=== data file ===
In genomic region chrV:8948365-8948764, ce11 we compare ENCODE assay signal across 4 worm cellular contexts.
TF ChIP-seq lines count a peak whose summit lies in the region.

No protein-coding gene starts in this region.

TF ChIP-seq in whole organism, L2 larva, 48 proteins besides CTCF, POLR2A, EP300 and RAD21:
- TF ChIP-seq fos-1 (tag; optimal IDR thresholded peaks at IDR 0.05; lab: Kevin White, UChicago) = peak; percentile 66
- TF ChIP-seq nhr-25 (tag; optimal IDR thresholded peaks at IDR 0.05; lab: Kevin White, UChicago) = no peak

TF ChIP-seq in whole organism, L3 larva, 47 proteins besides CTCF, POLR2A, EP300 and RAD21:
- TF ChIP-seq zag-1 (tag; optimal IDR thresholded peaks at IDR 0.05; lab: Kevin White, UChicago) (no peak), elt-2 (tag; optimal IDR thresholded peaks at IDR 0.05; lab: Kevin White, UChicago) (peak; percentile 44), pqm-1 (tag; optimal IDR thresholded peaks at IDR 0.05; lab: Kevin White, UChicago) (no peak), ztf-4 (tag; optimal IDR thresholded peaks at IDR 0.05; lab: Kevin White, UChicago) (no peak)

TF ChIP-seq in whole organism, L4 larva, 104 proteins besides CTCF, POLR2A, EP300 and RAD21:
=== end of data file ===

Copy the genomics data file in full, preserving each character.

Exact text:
In genomic region chrV:8948365-8948764, ce11 we compare ENCODE assay signal across 4 worm cellular contexts.
TF ChIP-seq lines count a peak whose summit lies in the region.

No protein-coding gene starts in this region.

TF ChIP-seq in whole organism, L2 larva, 48 proteins besides CTCF, POLR2A, EP300 and RAD21:
- TF ChIP-seq fos-1 (tag; optimal IDR thresholded peaks at IDR 0.05; lab: Kevin White, UChicago) = peak; percentile 66
- TF ChIP-seq nhr-25 (tag; optimal IDR thresholded peaks at IDR 0.05; lab: Kevin White, UChicago) = no peak

TF ChIP-seq in whole organism, L3 larva, 47 proteins besides CTCF, POLR2A, EP300 and RAD21:
- TF ChIP-seq zag-1 (tag; optimal IDR thresholded peaks at IDR 0.05; lab: Kevin White, UChicago) (no peak), elt-2 (tag; optimal IDR thresholded peaks at IDR 0.05; lab: Kevin White, UChicago) (peak; percentile 44), pqm-1 (tag; optimal IDR thresholded peaks at IDR 0.05; lab: Kevin White, UChicago) (no peak), ztf-4 (tag; optimal IDR thresholded peaks at IDR 0.05; lab: Kevin White, UChicago) (no peak)

TF ChIP-seq in whole organism, L4 larva, 104 proteins besides CTCF, POLR2A, EP300 and RAD21: